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Manuscript Title: Phonon focussing patterns: Monte Carlo simulation of the motion of
ballistic phonon beams in cubic crystals. | ||

Authors: W.M. Gancza, T. Paszkiewicz | ||

Program title: MCFOC | ||

Catalogue identifier: ADAQ_v1_0Distribution format: gz | ||

Journal reference: Comput. Phys. Commun. 85(1995)423 | ||

Programming language: Pascal, Assembler. | ||

Computer: IBM PC/AT (286/386/486). | ||

Operating system: MS-DOS 5.0. | ||

RAM: 0.7 K words | ||

Word size: 16 | ||

Keywords: Solid state physics, Crystal structure, Heat pulses, Ballistic transport, Phonon focussing, Cubic crystals, Monte Carlo computer experiments. | ||

Classification: 7.8. | ||

Nature of problem:During the last decade the spectroscopy of phonon images of crystalline solids has been developed. This spectroscopy provides information about phonon surfaces of constant energy which is not available from the familiar acoustic and neutron scattering measurements. From these phonon images one can infer information about the local geometrical properties of surfaces of constant energy of phonons [1] or knowledge to assist in the testing of the existing models of vibrational dynamics of crystalline lattices (cf. [2]). Phonon images of crystals are highly inhomogeneous and as a rule they exhibit regions ("lines") of very high (theoretically infinite but integrable) density of energy and quasimomentum. These lines are called the caustic lines, and spatial directions corresponding to them, are termed the caustics. The underlying physical phenomenon of strong spatial anistropy of phonon beams is called phonon focussing. On the other hand studies of many properties of crystalline solids are performed with beams of phonons. This makes very important the detailed knowledge of the anisotropy of densities of these beams, the focussing directions and the phonon patterns. Experimenters working with beams of phonons need a fast and reliable tool for obtaining phonon patterns. It is highly desirable to supplement such programs with measuring facilities which are very useful in experiment planning. Our program contains such a measurement module. One can derive closed analytical formulae for the densities of fluxes of energy and of the components of quasimomentum [1]. However, the mentioned singularities make calculations based on these formulae a rather complicated task [3,4]. | ||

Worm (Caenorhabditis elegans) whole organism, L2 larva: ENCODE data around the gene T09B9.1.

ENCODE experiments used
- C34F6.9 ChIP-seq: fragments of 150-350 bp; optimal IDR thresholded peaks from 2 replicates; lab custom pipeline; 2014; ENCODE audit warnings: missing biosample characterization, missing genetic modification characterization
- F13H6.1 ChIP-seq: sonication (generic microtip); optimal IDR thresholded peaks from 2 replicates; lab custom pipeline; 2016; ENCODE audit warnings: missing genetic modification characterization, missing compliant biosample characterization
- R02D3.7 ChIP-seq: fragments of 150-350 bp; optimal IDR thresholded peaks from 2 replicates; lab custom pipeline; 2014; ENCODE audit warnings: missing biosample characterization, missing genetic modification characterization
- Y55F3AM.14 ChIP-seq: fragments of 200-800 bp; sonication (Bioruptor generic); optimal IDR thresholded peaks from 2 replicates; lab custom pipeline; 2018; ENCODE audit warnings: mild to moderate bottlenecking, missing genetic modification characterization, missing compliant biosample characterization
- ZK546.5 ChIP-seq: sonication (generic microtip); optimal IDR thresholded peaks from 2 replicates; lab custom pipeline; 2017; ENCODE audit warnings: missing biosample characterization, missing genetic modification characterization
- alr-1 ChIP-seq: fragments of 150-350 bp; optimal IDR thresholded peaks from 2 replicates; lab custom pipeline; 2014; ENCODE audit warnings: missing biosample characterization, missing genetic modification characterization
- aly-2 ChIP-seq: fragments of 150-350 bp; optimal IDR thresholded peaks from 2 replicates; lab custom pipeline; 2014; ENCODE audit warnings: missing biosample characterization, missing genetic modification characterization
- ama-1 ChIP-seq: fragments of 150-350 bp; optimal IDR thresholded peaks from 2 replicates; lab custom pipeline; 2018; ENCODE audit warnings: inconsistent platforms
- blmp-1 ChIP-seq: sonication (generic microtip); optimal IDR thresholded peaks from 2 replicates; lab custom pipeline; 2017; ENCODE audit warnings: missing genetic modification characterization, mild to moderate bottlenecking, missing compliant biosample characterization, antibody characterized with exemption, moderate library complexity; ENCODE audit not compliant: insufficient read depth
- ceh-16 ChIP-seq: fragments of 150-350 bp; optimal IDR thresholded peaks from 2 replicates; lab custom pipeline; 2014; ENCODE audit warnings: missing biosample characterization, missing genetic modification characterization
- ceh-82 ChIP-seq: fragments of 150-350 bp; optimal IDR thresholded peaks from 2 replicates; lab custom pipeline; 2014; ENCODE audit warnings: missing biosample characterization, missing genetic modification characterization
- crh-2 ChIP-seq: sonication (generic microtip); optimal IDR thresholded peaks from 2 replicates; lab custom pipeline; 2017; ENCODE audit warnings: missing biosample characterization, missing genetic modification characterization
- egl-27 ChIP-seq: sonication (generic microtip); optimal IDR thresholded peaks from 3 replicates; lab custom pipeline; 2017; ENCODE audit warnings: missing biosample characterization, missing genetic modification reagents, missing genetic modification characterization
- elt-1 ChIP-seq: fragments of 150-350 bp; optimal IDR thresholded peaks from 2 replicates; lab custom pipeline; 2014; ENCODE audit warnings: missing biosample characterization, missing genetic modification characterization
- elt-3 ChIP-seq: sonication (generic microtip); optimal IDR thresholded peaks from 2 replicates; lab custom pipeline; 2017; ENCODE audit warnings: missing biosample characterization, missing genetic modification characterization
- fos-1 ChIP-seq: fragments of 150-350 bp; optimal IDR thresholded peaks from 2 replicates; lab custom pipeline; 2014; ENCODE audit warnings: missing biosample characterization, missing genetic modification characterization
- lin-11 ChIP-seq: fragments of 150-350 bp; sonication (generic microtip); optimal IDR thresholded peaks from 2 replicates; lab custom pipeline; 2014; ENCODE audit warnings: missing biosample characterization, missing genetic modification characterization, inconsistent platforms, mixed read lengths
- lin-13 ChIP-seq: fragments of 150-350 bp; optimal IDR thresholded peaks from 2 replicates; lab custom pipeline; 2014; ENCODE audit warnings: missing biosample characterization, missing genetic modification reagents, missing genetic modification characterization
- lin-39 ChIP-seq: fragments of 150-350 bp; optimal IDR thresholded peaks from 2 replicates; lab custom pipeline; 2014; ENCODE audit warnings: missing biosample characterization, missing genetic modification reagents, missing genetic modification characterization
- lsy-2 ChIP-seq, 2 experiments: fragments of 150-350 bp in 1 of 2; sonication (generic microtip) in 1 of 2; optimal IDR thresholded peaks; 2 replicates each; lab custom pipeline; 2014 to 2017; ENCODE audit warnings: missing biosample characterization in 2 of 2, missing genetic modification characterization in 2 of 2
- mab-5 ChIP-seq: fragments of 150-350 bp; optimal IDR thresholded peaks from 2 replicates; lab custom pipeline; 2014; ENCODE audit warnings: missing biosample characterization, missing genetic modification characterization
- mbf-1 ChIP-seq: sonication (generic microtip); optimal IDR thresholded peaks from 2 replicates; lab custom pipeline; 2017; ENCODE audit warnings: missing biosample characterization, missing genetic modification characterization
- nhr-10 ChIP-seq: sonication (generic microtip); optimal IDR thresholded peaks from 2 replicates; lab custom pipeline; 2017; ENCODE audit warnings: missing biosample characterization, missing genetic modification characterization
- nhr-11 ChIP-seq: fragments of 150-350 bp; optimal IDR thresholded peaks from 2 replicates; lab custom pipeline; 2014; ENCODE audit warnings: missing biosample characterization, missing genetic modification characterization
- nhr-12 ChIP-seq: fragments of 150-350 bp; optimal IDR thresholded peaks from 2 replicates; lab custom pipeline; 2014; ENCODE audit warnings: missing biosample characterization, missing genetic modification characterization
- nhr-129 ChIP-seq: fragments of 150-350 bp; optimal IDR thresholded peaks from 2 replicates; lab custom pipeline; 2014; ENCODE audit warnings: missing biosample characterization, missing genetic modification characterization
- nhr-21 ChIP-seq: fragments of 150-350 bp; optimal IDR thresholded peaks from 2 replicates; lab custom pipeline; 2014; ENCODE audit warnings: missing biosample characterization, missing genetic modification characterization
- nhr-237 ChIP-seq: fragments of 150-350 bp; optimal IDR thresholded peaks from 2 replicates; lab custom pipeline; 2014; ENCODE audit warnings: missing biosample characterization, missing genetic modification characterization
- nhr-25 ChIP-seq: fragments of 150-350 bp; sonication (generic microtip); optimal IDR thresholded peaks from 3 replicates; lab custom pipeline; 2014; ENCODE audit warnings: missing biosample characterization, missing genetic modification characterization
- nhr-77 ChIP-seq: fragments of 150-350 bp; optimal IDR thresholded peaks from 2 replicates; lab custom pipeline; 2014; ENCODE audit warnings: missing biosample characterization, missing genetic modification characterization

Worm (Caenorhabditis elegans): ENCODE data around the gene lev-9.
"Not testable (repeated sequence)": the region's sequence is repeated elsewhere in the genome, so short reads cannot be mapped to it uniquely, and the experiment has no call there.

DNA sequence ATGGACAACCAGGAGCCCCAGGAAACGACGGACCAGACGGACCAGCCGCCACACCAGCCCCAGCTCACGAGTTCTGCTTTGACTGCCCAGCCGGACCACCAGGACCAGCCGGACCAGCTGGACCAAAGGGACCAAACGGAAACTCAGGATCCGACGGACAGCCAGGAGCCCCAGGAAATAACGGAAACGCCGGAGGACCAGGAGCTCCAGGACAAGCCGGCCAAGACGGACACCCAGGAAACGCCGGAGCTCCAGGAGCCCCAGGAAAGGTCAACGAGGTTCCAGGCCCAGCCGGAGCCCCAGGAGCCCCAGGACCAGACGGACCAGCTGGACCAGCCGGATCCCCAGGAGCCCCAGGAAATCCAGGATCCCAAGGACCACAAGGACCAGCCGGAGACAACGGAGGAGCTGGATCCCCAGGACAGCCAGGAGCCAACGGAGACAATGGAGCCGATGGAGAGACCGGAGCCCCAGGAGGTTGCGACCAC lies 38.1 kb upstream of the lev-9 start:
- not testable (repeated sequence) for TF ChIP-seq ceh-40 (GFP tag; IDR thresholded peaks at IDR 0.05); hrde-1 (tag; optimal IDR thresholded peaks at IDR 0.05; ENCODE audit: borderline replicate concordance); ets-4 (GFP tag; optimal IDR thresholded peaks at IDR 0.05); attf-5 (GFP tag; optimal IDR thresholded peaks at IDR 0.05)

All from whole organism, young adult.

Solution method:The simplest way to overcome this difficulty is to work with a finite number of phonons and with a detector of finite area. Both of these requirements are fulfilled in real and computer experiments. In this program we use a Monte Carlo simulation method to generate a homogeneous angular distribution of directions of the wave vectors of long wave-length acoustic phonons with an isotropic and finite density in reciprocal space. In this way integrals (defining the densities of energy and quasimomentum currents emanating from an extended source [1,3,4]) of locally infinite functions change to the summation over a finite set of finite numbers. | ||

References: | ||

[1] | Cz. Jasiukiewicz, D. Lehmann, T. Paszkiewicz, Z. Phys. B-Condensed Matter 84(1991)73. | |

[2] | S.E. Hebboul, J.P. Wolfe, Z. Phys. B-Condensed Matter 74(1989)35. | |

[3] | Cz. Jasiukiewicz, T. Paszkiewicz, Acta Phys. Polon. 84(1993)459. | |

[4] | Cz. Jasiukiewicz, T. Paszkiewicz, D. Lehmann, Phonon focussing patterns: calculation of the response of finite area detectors to pulsed ballistic beams of dispersive and dispersionless phonons, Z. Phys. B Condensed Matter, in print. |

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